I’m all for brand-new luxury hotel openings. It’s interesting to watch the process of a hotel being built or redone and when it finally opens and you get that first peek inside it can be a special experience. Staff is excited, the pillows are freshly fluffed, you’re the first to stay in that room, and everyone is putting their best foot forward to please. Sometimes though, it is wise not to book.
I eagerly followed along with updates to the Park Hyatt Vienna undergoing their massive transformation from a 100 year-old Bank headquarters into a luxury hotel, and I couldn’t wait to check it out when it opened. After hearing that the hotel was open for bookings I made an award booking right away. I had a phenomenal stay at the property which you can read about here and both hotel and staff more than exceeded my expectations.
Park Hyatt Vienna
Recently though, I stayed at the Ritz-Carlton Bali (which you can read about here) and my experience was totally different. For those curious, I stayed at the Ritz-Carlton Bali a month and a half after their grand opening, and at the Park Hyatt Vienna right at the end of their soft opening. Several of the issues at the Ritz had nothing to do with it being a brand-new property, but it is not always best to stay at a brand-new luxury hotel.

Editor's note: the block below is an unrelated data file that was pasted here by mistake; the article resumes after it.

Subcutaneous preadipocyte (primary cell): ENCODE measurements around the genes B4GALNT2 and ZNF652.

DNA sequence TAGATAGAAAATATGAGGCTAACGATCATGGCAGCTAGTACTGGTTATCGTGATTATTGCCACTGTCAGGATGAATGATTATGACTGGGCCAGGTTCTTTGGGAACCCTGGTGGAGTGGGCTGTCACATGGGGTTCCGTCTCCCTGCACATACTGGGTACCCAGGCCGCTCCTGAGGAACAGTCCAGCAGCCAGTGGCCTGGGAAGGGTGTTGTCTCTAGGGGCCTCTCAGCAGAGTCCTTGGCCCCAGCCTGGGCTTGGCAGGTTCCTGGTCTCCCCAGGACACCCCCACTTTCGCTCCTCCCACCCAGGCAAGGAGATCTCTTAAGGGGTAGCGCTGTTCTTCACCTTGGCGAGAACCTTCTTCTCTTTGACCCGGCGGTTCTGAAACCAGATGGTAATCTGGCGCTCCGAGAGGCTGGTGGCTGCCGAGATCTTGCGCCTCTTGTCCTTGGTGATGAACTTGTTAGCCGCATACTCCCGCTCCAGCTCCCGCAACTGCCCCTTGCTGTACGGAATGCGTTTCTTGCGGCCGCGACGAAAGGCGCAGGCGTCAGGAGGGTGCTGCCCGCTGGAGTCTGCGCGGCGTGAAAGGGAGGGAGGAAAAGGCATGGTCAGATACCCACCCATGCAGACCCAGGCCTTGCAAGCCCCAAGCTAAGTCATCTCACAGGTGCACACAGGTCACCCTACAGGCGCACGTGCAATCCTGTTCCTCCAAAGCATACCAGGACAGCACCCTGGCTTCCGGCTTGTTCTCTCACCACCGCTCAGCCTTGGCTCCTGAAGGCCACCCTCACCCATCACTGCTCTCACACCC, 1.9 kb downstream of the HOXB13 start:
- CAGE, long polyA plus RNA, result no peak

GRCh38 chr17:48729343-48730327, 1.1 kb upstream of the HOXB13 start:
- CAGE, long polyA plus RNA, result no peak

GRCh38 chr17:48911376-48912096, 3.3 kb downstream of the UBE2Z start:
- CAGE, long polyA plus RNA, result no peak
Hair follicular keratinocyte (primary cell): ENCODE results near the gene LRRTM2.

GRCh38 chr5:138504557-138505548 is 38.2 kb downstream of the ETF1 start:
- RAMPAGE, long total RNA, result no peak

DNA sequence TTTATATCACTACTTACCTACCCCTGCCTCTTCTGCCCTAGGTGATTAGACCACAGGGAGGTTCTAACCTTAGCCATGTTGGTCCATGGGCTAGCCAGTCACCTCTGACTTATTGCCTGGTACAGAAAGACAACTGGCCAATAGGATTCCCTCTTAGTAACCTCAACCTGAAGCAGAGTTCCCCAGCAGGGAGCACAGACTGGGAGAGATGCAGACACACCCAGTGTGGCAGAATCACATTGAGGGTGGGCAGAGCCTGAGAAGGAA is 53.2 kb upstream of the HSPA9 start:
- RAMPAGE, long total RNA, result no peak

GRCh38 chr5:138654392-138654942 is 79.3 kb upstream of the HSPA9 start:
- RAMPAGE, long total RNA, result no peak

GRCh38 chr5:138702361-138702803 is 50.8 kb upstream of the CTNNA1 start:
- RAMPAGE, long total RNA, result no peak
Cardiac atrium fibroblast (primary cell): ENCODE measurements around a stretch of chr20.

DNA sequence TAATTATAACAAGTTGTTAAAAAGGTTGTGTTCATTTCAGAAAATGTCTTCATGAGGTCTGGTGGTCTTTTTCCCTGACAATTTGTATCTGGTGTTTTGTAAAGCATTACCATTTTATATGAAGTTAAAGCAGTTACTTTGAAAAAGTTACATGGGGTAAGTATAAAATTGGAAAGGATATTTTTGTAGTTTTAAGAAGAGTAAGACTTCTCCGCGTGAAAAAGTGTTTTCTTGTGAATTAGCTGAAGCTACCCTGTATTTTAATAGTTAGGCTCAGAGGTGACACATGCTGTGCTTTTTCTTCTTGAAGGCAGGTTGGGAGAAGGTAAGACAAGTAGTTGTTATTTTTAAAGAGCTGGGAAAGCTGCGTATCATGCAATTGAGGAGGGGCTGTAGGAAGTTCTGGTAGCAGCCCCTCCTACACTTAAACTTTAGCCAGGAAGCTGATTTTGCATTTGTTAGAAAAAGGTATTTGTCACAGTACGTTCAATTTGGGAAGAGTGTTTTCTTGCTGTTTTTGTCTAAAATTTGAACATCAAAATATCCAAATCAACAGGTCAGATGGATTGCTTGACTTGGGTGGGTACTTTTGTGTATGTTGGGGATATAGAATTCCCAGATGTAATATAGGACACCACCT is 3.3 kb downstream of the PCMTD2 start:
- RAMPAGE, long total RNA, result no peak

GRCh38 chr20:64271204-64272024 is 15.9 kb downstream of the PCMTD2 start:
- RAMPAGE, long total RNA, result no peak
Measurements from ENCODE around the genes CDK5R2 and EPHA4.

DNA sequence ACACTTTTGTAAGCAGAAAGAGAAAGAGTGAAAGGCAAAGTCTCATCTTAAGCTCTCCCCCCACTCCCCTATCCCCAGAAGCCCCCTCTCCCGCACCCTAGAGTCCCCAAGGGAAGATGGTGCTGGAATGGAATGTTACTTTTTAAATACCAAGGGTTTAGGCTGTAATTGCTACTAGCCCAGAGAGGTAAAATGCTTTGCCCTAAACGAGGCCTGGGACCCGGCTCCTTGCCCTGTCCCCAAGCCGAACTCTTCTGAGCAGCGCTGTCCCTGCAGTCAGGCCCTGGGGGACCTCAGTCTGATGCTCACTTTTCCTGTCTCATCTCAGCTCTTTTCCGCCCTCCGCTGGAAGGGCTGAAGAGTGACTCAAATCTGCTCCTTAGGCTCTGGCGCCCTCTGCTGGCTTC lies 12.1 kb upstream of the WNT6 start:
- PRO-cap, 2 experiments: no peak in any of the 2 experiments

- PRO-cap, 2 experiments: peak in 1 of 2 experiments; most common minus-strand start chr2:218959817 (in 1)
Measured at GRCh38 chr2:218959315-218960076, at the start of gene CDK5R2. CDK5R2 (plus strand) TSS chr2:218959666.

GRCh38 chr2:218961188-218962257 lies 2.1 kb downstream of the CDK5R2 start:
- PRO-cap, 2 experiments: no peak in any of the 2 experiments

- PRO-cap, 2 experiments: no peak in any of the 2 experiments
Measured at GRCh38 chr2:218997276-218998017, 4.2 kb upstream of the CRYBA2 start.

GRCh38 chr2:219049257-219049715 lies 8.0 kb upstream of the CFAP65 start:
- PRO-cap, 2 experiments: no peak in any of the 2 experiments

1. The opening date is not set in stone. Anyone who has built a home or renovated a building knows that there are often construction delays. For hotels these delays can be compounded. Maybe the shipment of thousands of imported tiles didn’t arrive in time, the armoires got stuck in customs, there were scheduling issues with the different trades, or it simply just took more man hours than expected. This means if you’ve booked a stay and have fixed dates for your vacation (as well as paid for flights), you may be extremely disappointed when you learn only the week before arrival that the hotel won’t be opening for another month.
2. There are often two opening dates – soft opening and grand opening. The grand opening is the one most people are familiar with. Everything at the property is finished, the trumpets sound, there’s lots of buzz and marketing, and there is an official announcement. The soft opening is known as the “practice makes perfect” time where staff may still be training on the way the property needs to be run day to day. Little or no publicity is given to the soft opening date and the majority of guests may be locals or press, and the soft opening usually comes a few weeks to a few months before the grand opening. Sometimes just one floor of a hotel will be used during soft opening, the pool may not be ready yet or still be in the process of being chemically balanced/tested, there may be construction still finishing up and the parking lot may be blocked off. Room service may also be slow as the kinks are worked out between kitchen and delivery.